As with many of Dartmoor’s ancient crosses the Dunsford Cross had throughout time been ‘recycled’ for another purpose, in this case a wheel stop. The cross had been located at the corner of a cottage opposite the Royal Oak public house. Nobody knows when it was first placed there but over time various people had recognised it and suggested it was part of an ancient cross. Despite this the cross fragment sat forlornly as it served its purpose of protecting the cottage. But as the Western Morning News reported salvation was at hand in 1938:
“Recently it was noticed by Mr. G. W. Copeland, of Plymouth, who reported his discovery to Mr. E. Masson Phillips, an authority on the ancient crosses of Devon. Mr. Phillips having inspected the stone, brought it to the notice of Rev. C. Mansfield, vicar of Dunsford and as a result Mr. Mansfield was convinced that the stone was really part of a cross, and now has taken steps to attempt to secure its preservation in a more suitable situation.
The fragment consists of part of the shaft, with one arm, of a granite cross of regular octagonal section. The shaft above the arms and the other arm have been knocked off, and the extent of the shaft itself cannot be ascertained until the fragment is removed from its position. In type the cross is referable to the 14th or 15th century, and its character is in keeping with the possibility that it may have been the village cross or the churchyard cross. However, there is a local tradition that the cross once stood at the corner opposite East Hill House, Dunsford, and was known as St. Thomas’s Cross, and this is equally possible.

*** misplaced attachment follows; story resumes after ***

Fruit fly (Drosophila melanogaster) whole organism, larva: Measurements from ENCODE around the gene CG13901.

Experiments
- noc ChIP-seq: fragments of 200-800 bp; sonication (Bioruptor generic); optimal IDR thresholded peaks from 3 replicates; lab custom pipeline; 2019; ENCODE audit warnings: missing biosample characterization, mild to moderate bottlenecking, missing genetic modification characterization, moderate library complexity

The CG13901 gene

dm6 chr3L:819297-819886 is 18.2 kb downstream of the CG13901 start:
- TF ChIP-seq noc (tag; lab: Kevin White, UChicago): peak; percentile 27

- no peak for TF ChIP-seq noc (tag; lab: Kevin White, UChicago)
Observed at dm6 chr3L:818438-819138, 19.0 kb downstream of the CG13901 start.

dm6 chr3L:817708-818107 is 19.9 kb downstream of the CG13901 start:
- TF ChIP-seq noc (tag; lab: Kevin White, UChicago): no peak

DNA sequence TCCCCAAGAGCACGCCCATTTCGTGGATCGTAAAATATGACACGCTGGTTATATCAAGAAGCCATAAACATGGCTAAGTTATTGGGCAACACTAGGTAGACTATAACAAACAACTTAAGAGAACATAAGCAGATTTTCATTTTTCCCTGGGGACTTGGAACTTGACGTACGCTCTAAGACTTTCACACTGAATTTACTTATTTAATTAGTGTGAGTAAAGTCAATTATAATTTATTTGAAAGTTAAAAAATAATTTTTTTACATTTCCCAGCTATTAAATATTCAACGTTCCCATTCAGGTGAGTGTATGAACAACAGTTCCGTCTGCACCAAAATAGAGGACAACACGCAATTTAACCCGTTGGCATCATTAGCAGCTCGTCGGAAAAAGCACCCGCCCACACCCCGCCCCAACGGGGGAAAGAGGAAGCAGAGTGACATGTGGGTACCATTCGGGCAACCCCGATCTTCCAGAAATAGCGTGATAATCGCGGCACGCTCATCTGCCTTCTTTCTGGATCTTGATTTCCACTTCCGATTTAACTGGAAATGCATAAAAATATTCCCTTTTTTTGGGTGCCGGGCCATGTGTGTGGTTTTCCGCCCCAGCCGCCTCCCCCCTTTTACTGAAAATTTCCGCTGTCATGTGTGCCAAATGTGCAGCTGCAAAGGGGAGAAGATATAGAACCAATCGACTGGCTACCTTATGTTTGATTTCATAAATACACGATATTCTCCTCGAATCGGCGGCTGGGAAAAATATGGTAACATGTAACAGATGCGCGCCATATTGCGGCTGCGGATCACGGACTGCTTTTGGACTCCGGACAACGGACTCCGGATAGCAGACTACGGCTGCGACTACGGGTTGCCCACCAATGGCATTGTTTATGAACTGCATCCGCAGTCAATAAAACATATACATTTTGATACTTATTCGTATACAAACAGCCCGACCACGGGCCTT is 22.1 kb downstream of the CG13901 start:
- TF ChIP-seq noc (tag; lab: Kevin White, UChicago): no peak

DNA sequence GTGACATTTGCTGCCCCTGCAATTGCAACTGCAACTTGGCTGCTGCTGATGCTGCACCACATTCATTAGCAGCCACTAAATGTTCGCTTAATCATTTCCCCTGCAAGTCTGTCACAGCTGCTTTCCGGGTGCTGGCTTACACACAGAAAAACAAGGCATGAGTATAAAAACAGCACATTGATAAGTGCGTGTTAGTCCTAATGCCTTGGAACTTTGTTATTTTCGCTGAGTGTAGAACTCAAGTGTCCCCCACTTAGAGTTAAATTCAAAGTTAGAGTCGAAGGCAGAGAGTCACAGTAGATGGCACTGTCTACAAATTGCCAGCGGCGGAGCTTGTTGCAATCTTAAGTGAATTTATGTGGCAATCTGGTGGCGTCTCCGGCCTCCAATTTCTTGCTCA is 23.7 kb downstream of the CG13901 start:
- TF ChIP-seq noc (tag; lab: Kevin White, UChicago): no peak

Mr. Mansfield has written to St. Thomas Rural Council asking if the fragment may be removed and placed in Dunsford churchyard preparatory to finding for it a permanent resting place in keeping with its sacred associations. He has also communicated with the present squire of Dunsford and obtained his approval of the suggested scheme which consists simply of removal and preservation, no restoration of the mutilated fragment being contemplated at the present juncture.” – Western Morning News, January 13th, 1938.
As can be seen from the above photograph the old cross was indeed relocated to Dunsford churchyard where it remains to this day. For those into vital statistics the height of the cross is 46 centimetres and the single arm spans 40 centimetres, its circumference is 78.5 centimetres. The cross can be found sitting just by the churchyard steps. Sandles, p.36. As noted above nobody is sure of the crosses original purpose but one local thought was that it may have been a preaching cross?
Sandles, T. 1997. A Pilgrimage to Dartmoor Crosses. Liverton: Forest Publishing.